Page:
Illusionist Criss Angel Straightjacket Stunt Gone Wrong Underlines Dangerous Life of Las Vegas Performers

Posted on: March 14, 2017, 01:00h. 

Last updated on: March 14, 2017, 08:36h.

Criss Angel is today’s Harry Houdini, and like the man who inspired his work, the 49-year-old Las Vegas entertainer is no stranger to a straightjacket. But during a performance of his signature show “Mindfreak Live!” late last week at the Luxor, Angel blacked out during a straightjacket escape that took place just 15 minutes into the show.

Criss Angel blackout Foxwoods
Illusionist Criss Angel is back to full strength after losing consciousness during a performance last week. (Image: Ethan Miller/Getty Images)

Medical staff quickly attended to the famed headliner, and he was rushed to nearby Spring Valley Hospital and treated for dehydration. And just one night later, Angel was back on stage, doing the same stunt successfully.

Risky Business

But the incident underlines the reality that, “illusion” or not, what many Las Vegas entertainers (and others around the world) are willing to do for impact does come with inherent dangers.

“I really take risks with what I do onstage to bring to the public the most spectacular, amazing, mind-blowing, revolutionary magic experience you could possibly have,” Angel told Robin Leach of the Las Vegas Review-Journal a few days later. “I felt so bad that they canceled the show after I blacked out. I wanted to come back to do another show immediately.”

Critics of Angel panned the blackout news as yet another stunt to garner publicity. The New York native dispelled such claims and said that’s “absolutely ridiculous.” Rather, Angel insisted that poor eating and a lack of sleep was to blame.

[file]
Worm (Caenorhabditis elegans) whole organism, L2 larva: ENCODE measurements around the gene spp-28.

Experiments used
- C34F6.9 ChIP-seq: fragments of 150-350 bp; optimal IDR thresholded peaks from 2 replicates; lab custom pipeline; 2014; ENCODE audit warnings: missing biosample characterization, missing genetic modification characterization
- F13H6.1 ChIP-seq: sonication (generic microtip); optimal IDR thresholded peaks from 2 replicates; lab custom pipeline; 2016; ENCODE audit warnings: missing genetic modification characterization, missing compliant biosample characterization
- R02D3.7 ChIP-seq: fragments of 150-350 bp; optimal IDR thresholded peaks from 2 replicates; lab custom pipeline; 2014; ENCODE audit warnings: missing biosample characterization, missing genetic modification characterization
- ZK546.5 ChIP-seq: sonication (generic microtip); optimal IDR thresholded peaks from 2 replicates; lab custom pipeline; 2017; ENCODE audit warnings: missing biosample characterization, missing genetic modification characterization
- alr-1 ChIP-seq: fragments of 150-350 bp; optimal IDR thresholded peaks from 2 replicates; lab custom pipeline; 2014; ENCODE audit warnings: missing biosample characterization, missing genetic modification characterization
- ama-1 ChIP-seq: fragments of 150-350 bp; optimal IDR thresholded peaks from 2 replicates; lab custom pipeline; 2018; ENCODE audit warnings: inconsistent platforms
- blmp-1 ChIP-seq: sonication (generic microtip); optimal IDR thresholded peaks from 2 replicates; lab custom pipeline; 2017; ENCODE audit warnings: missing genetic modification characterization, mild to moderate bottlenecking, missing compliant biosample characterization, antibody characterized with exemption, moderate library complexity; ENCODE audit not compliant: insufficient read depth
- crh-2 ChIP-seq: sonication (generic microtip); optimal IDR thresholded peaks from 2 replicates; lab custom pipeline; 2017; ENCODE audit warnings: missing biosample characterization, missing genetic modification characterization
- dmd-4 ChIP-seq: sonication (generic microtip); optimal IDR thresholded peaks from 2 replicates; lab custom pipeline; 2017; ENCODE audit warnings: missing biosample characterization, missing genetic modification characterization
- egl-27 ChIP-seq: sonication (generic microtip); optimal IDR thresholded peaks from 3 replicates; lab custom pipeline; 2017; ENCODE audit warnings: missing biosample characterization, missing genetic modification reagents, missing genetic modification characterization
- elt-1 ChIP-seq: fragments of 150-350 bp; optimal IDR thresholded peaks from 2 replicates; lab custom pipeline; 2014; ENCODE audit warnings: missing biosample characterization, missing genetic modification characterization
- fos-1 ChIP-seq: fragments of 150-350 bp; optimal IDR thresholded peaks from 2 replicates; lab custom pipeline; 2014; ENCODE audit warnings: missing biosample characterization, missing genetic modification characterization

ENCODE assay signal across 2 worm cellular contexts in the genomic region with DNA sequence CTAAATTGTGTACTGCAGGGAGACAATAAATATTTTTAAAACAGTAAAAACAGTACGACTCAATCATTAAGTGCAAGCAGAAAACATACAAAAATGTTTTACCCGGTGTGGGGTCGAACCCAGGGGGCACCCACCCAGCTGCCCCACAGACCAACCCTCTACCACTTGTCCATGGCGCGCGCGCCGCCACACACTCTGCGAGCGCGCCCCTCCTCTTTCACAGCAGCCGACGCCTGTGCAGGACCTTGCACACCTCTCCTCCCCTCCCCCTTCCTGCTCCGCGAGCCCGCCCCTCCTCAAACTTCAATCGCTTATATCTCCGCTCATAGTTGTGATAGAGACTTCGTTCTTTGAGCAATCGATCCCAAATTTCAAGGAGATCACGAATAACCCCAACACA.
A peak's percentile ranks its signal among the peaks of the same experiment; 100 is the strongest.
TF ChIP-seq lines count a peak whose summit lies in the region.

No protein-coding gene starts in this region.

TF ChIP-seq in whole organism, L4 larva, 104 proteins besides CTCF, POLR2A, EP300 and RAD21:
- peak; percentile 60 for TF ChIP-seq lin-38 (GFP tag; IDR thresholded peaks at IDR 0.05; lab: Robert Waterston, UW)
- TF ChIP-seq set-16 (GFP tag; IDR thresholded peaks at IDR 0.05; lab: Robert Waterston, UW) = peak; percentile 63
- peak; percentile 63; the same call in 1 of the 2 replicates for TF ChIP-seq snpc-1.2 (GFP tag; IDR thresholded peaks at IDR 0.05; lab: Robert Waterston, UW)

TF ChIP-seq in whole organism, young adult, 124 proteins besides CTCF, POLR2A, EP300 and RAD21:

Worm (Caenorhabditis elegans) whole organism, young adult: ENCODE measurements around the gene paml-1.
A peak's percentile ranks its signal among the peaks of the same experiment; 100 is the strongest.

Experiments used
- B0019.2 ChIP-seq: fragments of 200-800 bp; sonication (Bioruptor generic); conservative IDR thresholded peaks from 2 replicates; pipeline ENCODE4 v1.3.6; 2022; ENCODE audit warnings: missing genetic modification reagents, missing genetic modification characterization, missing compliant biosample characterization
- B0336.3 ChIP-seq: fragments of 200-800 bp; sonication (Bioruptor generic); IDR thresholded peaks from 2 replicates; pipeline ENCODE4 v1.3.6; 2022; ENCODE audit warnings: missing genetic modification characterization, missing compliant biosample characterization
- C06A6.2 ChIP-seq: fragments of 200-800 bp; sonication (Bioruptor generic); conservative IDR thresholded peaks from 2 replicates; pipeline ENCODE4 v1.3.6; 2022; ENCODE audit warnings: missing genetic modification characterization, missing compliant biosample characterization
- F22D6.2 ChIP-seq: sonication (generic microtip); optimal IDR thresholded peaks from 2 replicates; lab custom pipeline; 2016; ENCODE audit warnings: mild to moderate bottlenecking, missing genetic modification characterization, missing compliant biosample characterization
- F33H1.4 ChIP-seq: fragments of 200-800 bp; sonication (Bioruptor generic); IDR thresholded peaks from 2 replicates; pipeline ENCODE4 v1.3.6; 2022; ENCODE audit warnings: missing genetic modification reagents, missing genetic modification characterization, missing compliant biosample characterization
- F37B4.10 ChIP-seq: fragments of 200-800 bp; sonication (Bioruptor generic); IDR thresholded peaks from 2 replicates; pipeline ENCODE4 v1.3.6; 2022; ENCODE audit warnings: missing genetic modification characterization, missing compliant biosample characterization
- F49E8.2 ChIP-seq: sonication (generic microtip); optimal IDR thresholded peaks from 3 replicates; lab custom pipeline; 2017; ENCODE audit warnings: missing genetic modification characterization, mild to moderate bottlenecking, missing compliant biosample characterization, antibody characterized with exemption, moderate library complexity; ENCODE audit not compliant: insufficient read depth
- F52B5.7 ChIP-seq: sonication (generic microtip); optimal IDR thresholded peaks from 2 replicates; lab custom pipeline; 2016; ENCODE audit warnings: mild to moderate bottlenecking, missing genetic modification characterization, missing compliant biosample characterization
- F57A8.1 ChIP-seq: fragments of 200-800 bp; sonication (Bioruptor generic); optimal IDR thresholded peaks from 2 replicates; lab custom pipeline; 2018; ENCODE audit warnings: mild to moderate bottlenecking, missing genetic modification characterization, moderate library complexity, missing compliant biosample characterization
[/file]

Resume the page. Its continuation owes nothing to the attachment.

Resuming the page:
Heading Back East

According to the Review-Journal, Angel has reached a contractual agreement with Foxwoods Resort Casino in Connecticut to begin a new show that will kick off next November.

Originally from Long Island, New York, the Foxwoods show will put Angel back on the East Coast, just 80 miles north of Manhattan. The entertainer has been stationed in Sin City since he launched “Criss Angel Believe” back in 2008, in conjunction with Cirque du Soleil.

But he’s never lost his love for New York. One of his most memorable career-defining moments came in 2002 in Times Square, when he spent 24 hours shackled in a phone booth-sized water torture cell.

Onstage Disasters: Not as Uncommon as You Think

With so many entertainment vehicles being performed daily in Las Vegas and around the world, there’s plenty of opportunity to literally “break a leg,” or worse. Live theater doesn’t always go as planned, and these artists truly paid the ultimate price for their work.

2013: Veteran acrobat Sarah Guillot-Guyard fell to her death while performing in the Las Vegas Cirque du Soleil show “KA.” Producers said a guide wire snapped during the show’s final scene, and dropped the suspended performer more than 50 feet.

2016: During a theatrical show in Italy, actor Raphael Schumacher hanged himself when a safety box was accidentally moved. The performer was declared brain dead shortly thereafter.

2017: Just last month, renowned magician Daryl Easton also accidentally hanged himself as well. The performer was found dead in his dressing room at Hollywood’s Magic Castle in Los Angeles. A medical examiner deemed the death an accident, not a suicide, but provided no details to the public for how he arrived at this conclusion, nor any particulars of what transpired.

2003: Of course, the most notable onstage accident in recent years came from Siegfried & Roy. It was 14 years ago now that Roy Horn was bitten on the neck and dragged by a white tiger during their show at the Mirage. Although the incident forced Mirage to close the show, Horn insisted that the tiger not be put down, and still refers to the interaction as an “accident,” not an attack.

To see Criss Angel’s daredevil straightjacket escape, watch it as it he appeared on Oprah doing the stunt in 2009: